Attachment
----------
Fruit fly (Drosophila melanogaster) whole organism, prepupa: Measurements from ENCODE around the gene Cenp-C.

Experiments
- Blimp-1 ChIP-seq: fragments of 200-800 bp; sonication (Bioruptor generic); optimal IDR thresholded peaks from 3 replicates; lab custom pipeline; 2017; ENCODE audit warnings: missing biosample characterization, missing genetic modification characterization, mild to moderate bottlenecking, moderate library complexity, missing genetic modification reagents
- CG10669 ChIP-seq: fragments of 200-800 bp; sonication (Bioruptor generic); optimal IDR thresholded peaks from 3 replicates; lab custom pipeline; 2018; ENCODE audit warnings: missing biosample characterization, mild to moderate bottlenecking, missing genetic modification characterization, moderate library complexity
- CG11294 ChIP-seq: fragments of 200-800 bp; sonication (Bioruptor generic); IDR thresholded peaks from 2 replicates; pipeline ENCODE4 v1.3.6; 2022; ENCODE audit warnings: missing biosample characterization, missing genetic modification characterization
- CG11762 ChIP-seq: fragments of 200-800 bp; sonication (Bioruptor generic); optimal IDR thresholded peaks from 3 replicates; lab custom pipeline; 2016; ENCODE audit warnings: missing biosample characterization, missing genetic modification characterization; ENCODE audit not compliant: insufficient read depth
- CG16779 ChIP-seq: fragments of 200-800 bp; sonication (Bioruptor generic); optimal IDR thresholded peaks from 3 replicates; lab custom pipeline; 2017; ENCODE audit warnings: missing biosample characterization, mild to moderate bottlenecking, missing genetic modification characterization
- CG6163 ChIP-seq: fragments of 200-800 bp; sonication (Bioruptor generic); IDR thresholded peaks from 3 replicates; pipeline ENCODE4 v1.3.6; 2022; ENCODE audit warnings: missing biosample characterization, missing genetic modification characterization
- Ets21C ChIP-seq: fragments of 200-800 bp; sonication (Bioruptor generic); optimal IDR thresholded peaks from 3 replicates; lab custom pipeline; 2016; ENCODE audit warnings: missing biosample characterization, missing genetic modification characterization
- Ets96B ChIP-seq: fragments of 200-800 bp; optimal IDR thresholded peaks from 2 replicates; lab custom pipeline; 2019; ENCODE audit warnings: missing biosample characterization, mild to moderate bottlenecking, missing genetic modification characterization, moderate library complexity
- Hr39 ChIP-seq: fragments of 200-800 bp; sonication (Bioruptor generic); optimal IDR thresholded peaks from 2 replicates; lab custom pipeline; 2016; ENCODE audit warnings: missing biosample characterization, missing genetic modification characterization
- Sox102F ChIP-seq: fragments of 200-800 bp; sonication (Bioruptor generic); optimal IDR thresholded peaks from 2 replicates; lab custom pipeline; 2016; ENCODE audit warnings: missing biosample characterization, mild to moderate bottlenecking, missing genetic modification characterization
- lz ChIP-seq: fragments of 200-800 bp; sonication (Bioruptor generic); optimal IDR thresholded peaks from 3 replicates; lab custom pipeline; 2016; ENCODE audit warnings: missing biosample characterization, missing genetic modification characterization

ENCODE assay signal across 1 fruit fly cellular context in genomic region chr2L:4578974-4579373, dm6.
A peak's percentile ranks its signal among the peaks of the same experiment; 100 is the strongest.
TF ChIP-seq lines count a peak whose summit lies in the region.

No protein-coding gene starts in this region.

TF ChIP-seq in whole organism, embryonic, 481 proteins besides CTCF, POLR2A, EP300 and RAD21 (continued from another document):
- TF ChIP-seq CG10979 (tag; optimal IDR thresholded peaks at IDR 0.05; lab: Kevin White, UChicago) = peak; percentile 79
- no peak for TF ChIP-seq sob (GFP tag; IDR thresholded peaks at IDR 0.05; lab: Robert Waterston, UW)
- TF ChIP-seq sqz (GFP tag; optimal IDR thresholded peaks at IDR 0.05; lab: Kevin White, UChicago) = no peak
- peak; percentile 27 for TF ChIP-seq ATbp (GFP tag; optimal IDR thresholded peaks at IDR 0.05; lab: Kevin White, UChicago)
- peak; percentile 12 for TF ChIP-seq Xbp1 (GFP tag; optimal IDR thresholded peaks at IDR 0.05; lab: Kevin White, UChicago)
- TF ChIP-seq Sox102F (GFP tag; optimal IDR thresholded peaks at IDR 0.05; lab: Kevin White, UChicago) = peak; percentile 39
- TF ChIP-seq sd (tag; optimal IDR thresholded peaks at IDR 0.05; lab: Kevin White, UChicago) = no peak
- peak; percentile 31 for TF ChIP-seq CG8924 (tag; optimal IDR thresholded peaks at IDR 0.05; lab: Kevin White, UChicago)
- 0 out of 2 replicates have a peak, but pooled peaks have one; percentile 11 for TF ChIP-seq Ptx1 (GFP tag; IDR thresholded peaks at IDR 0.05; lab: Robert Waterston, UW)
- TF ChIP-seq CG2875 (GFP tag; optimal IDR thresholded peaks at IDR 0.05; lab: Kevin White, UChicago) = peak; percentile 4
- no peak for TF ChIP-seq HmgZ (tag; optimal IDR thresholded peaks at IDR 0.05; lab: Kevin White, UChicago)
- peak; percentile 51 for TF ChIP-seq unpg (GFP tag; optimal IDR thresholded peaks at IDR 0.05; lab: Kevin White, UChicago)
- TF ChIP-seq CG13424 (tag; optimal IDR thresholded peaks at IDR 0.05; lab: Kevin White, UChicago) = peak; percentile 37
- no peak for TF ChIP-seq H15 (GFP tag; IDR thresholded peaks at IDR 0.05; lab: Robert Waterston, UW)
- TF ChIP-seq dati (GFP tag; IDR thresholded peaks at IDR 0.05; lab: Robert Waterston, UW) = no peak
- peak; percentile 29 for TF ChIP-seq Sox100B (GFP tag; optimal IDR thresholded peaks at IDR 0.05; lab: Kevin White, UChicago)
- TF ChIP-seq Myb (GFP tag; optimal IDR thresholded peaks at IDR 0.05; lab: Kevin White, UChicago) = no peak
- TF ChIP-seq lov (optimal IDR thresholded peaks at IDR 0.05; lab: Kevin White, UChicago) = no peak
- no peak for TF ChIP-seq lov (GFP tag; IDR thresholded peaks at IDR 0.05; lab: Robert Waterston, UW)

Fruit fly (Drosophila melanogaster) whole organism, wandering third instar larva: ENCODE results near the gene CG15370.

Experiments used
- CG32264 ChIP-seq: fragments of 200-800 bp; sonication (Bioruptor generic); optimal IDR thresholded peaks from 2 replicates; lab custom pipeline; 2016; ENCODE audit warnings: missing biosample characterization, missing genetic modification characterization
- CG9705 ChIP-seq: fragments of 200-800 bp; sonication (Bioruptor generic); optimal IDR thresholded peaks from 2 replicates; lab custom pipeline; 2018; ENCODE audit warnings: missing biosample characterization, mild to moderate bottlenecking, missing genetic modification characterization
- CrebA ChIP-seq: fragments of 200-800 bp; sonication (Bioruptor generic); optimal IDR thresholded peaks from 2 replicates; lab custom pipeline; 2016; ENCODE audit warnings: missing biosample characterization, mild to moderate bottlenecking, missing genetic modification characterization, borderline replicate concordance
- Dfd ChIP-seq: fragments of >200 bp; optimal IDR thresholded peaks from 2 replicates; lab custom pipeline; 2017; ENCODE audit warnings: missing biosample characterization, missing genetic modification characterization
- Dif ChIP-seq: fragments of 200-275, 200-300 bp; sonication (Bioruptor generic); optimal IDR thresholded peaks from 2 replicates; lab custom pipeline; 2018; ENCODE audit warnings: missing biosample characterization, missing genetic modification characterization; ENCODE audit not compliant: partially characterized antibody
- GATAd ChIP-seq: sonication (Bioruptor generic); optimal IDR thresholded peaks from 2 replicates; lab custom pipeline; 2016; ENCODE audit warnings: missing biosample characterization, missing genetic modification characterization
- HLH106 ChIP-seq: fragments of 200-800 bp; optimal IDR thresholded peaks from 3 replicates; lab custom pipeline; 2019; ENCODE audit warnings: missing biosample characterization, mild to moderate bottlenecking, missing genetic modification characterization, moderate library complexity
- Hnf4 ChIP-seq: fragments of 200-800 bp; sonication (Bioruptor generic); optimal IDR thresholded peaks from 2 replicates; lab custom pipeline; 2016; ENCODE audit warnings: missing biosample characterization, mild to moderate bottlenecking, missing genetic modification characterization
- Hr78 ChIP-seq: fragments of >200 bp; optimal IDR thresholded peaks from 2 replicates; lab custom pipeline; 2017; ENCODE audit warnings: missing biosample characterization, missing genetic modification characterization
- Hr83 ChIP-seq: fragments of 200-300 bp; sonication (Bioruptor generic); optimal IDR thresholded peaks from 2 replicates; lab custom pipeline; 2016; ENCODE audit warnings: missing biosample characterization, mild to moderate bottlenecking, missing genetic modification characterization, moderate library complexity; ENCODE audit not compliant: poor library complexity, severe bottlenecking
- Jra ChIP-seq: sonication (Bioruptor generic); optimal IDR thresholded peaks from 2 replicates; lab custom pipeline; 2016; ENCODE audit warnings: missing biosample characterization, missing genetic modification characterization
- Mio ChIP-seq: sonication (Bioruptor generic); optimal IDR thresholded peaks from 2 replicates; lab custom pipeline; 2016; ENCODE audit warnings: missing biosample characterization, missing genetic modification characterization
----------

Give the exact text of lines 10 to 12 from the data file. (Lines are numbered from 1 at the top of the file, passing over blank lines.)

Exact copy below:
- Ets96B ChIP-seq: fragments of 200-800 bp; optimal IDR thresholded peaks from 2 replicates; lab custom pipeline; 2019; ENCODE audit warnings: missing biosample characterization, mild to moderate bottlenecking, missing genetic modification characterization, moderate library complexity
- Hr39 ChIP-seq: fragments of 200-800 bp; sonication (Bioruptor generic); optimal IDR thresholded peaks from 2 replicates; lab custom pipeline; 2016; ENCODE audit warnings: missing biosample characterization, missing genetic modification characterization
- Sox102F ChIP-seq: fragments of 200-800 bp; sonication (Bioruptor generic); optimal IDR thresholded peaks from 2 replicates; lab custom pipeline; 2016; ENCODE audit warnings: missing biosample characterization, mild to moderate bottlenecking, missing genetic modification characterization